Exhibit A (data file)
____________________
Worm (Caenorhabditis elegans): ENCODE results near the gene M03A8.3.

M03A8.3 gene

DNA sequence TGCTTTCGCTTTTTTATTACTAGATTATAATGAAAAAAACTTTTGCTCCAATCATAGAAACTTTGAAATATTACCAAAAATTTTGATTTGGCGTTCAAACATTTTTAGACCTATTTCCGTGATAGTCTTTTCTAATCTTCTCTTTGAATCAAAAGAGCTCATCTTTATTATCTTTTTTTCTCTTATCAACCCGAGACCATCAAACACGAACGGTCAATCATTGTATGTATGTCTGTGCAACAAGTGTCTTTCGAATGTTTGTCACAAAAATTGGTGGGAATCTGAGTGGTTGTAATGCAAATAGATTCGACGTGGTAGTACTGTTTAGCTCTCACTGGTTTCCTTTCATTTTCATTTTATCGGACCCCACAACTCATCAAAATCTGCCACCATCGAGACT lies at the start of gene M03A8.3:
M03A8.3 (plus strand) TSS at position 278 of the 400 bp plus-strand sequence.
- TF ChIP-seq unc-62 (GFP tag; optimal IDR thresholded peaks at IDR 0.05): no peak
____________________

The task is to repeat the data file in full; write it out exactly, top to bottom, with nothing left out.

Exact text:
Worm (Caenorhabditis elegans): ENCODE results near the gene M03A8.3.

M03A8.3 gene

DNA sequence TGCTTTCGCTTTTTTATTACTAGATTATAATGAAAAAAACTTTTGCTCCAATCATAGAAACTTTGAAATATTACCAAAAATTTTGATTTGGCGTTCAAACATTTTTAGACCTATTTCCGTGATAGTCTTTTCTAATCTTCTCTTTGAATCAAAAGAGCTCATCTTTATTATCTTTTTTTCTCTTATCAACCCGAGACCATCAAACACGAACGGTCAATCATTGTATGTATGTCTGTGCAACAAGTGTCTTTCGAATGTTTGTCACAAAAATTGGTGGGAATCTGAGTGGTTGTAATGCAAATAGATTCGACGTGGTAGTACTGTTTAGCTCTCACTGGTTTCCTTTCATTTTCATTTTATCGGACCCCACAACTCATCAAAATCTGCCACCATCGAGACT lies at the start of gene M03A8.3:
M03A8.3 (plus strand) TSS at position 278 of the 400 bp plus-strand sequence.
- TF ChIP-seq unc-62 (GFP tag; optimal IDR thresholded peaks at IDR 0.05): no peak